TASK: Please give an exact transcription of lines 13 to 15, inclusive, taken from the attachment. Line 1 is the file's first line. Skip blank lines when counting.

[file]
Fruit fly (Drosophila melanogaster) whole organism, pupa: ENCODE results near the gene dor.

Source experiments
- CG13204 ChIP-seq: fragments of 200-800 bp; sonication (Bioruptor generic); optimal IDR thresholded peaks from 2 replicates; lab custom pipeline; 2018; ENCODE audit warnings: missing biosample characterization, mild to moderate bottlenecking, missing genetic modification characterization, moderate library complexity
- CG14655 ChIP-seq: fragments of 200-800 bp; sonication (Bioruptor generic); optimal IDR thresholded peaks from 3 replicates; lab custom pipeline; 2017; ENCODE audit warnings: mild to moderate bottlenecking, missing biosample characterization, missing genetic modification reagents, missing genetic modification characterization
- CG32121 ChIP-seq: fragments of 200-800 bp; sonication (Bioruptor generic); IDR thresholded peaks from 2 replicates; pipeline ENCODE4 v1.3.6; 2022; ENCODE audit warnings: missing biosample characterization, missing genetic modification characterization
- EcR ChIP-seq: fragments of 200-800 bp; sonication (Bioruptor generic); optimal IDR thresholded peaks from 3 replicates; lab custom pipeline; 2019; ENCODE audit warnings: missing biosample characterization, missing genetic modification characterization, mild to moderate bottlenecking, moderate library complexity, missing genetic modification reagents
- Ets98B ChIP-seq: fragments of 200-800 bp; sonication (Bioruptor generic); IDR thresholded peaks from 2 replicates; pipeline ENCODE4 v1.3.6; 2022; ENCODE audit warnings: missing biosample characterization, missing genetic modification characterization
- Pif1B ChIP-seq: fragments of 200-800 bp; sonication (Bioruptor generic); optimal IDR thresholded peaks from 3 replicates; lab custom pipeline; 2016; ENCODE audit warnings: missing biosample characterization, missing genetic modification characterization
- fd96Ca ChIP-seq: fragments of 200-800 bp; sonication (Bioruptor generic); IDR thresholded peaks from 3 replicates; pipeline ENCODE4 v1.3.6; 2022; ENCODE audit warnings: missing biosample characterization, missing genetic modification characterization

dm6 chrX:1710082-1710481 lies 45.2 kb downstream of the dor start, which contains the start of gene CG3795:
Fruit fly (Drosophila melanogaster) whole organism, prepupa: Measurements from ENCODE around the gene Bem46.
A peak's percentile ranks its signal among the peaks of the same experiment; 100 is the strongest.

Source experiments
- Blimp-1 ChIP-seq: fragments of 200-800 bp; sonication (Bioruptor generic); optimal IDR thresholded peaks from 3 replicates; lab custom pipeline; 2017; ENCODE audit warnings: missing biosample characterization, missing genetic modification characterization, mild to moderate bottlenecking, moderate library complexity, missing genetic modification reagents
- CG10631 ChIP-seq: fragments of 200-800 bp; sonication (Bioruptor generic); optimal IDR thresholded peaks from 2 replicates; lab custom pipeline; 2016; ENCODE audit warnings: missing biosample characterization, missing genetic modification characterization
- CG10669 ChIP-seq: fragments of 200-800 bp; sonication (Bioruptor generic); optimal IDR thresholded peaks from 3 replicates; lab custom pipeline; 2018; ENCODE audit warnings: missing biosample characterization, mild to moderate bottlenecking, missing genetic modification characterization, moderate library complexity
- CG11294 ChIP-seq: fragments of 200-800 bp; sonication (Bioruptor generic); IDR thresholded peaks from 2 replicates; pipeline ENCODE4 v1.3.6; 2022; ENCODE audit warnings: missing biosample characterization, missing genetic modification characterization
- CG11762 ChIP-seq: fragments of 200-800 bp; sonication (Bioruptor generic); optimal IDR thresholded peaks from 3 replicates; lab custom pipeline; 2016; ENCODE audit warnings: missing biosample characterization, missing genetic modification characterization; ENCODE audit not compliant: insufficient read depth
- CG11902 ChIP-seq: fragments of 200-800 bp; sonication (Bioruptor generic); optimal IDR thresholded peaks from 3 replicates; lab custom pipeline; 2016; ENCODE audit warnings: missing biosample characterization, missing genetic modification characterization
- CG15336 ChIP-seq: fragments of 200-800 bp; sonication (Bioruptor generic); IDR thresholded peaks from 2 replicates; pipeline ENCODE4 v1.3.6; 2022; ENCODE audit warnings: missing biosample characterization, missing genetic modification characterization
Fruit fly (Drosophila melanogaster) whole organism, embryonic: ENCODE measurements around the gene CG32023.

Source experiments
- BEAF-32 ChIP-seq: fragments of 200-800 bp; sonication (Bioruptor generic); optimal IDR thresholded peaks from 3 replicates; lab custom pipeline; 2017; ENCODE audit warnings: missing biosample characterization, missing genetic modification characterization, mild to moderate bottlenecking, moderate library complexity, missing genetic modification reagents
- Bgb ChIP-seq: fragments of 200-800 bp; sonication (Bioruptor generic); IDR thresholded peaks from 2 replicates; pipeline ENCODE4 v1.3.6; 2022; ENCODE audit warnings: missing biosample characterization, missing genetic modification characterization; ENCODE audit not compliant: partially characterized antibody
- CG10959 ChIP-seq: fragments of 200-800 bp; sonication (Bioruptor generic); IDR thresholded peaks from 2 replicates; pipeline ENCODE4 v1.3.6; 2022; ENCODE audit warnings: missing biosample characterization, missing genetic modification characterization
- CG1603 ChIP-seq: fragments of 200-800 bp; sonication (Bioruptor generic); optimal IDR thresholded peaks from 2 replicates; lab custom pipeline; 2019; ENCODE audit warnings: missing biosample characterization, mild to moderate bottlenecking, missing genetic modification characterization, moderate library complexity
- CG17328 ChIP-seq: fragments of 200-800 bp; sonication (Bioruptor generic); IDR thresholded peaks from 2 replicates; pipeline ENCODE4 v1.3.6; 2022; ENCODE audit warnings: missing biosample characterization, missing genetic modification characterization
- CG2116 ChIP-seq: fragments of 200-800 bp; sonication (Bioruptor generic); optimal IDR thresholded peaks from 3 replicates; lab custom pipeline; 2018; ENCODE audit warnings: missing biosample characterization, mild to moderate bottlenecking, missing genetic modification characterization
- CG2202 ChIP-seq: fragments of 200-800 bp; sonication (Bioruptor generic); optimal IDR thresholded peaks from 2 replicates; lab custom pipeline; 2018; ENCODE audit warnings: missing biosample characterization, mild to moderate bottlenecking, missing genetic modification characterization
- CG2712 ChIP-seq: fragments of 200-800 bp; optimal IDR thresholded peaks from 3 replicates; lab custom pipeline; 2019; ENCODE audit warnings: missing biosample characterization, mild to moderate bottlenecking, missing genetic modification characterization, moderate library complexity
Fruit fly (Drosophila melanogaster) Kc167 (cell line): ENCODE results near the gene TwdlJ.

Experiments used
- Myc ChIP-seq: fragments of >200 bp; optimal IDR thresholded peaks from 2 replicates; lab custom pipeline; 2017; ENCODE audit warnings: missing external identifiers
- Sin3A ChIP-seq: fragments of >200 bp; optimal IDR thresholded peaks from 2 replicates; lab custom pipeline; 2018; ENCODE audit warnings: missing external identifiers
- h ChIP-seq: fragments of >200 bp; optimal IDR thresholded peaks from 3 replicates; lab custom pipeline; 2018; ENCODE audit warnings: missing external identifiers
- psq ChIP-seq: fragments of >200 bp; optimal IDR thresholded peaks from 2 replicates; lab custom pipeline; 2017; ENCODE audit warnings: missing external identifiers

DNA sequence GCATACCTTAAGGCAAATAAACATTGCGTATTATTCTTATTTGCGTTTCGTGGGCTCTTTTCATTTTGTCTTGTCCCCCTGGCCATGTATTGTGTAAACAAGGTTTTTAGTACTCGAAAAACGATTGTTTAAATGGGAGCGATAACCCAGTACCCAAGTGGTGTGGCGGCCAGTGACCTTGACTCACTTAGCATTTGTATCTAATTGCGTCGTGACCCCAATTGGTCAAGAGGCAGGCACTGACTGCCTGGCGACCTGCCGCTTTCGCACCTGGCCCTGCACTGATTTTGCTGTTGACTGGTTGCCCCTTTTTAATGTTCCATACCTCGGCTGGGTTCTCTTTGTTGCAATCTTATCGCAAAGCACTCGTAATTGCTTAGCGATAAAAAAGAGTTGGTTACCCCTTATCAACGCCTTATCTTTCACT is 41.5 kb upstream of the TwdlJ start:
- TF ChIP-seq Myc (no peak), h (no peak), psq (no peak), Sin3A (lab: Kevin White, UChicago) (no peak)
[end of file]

Source experiments
- Blimp-1 ChIP-seq: fragments of 200-800 bp; sonication (Bioruptor generic); optimal IDR thresholded peaks from 3 replicates; lab custom pipeline; 2017; ENCODE audit warnings: missing biosample characterization, missing genetic modification characterization, mild to moderate bottlenecking, moderate library complexity, missing genetic modification reagents
- CG10631 ChIP-seq: fragments of 200-800 bp; sonication (Bioruptor generic); optimal IDR thresholded peaks from 2 replicates; lab custom pipeline; 2016; ENCODE audit warnings: missing biosample characterization, missing genetic modification characterization